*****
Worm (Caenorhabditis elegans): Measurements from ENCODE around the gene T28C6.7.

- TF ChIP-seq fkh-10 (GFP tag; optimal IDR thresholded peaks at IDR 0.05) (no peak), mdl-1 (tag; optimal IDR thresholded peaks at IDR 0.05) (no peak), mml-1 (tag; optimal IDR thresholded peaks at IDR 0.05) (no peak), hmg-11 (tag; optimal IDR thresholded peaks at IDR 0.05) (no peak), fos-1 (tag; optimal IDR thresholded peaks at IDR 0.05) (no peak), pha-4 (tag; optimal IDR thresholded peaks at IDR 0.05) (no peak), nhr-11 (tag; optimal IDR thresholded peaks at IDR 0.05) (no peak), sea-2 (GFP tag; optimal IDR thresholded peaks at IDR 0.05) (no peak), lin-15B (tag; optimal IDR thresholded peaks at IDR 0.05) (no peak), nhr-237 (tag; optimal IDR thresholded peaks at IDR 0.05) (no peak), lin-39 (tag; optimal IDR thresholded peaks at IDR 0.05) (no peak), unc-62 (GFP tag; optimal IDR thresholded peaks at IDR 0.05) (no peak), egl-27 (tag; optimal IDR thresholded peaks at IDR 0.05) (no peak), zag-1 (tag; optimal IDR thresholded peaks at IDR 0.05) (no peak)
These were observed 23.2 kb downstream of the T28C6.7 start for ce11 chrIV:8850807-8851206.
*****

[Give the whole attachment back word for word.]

Worm (Caenorhabditis elegans): Measurements from ENCODE around the gene T28C6.7.

- TF ChIP-seq fkh-10 (GFP tag; optimal IDR thresholded peaks at IDR 0.05) (no peak), mdl-1 (tag; optimal IDR thresholded peaks at IDR 0.05) (no peak), mml-1 (tag; optimal IDR thresholded peaks at IDR 0.05) (no peak), hmg-11 (tag; optimal IDR thresholded peaks at IDR 0.05) (no peak), fos-1 (tag; optimal IDR thresholded peaks at IDR 0.05) (no peak), pha-4 (tag; optimal IDR thresholded peaks at IDR 0.05) (no peak), nhr-11 (tag; optimal IDR thresholded peaks at IDR 0.05) (no peak), sea-2 (GFP tag; optimal IDR thresholded peaks at IDR 0.05) (no peak), lin-15B (tag; optimal IDR thresholded peaks at IDR 0.05) (no peak), nhr-237 (tag; optimal IDR thresholded peaks at IDR 0.05) (no peak), lin-39 (tag; optimal IDR thresholded peaks at IDR 0.05) (no peak), unc-62 (GFP tag; optimal IDR thresholded peaks at IDR 0.05) (no peak), egl-27 (tag; optimal IDR thresholded peaks at IDR 0.05) (no peak), zag-1 (tag; optimal IDR thresholded peaks at IDR 0.05) (no peak)
These were observed 23.2 kb downstream of the T28C6.7 start for ce11 chrIV:8850807-8851206.